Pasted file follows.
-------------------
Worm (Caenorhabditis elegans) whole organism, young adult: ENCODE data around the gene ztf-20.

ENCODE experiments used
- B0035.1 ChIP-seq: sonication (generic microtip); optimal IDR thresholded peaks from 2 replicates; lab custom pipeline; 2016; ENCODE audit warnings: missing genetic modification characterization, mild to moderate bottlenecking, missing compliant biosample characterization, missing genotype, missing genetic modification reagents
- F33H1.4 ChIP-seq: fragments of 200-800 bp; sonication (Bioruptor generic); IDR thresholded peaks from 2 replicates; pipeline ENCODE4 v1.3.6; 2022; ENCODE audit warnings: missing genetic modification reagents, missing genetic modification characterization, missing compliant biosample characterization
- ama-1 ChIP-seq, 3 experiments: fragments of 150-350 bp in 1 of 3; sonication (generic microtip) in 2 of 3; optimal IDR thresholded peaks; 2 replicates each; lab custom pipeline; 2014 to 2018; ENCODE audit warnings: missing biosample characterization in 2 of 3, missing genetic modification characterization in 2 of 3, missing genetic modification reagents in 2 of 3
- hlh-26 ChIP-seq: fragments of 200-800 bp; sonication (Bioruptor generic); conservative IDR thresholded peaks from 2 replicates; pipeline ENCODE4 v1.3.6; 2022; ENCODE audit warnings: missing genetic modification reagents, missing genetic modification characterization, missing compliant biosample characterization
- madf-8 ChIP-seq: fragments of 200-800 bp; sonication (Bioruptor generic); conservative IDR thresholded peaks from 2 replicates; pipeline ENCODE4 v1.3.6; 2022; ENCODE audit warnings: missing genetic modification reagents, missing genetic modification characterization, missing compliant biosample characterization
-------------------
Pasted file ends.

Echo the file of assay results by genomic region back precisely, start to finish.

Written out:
Worm (Caenorhabditis elegans) whole organism, young adult: ENCODE data around the gene ztf-20.

ENCODE experiments used
- B0035.1 ChIP-seq: sonication (generic microtip); optimal IDR thresholded peaks from 2 replicates; lab custom pipeline; 2016; ENCODE audit warnings: missing genetic modification characterization, mild to moderate bottlenecking, missing compliant biosample characterization, missing genotype, missing genetic modification reagents
- F33H1.4 ChIP-seq: fragments of 200-800 bp; sonication (Bioruptor generic); IDR thresholded peaks from 2 replicates; pipeline ENCODE4 v1.3.6; 2022; ENCODE audit warnings: missing genetic modification reagents, missing genetic modification characterization, missing compliant biosample characterization
- ama-1 ChIP-seq, 3 experiments: fragments of 150-350 bp in 1 of 3; sonication (generic microtip) in 2 of 3; optimal IDR thresholded peaks; 2 replicates each; lab custom pipeline; 2014 to 2018; ENCODE audit warnings: missing biosample characterization in 2 of 3, missing genetic modification characterization in 2 of 3, missing genetic modification reagents in 2 of 3
- hlh-26 ChIP-seq: fragments of 200-800 bp; sonication (Bioruptor generic); conservative IDR thresholded peaks from 2 replicates; pipeline ENCODE4 v1.3.6; 2022; ENCODE audit warnings: missing genetic modification reagents, missing genetic modification characterization, missing compliant biosample characterization
- madf-8 ChIP-seq: fragments of 200-800 bp; sonication (Bioruptor generic); conservative IDR thresholded peaks from 2 replicates; pipeline ENCODE4 v1.3.6; 2022; ENCODE audit warnings: missing genetic modification reagents, missing genetic modification characterization, missing compliant biosample characterization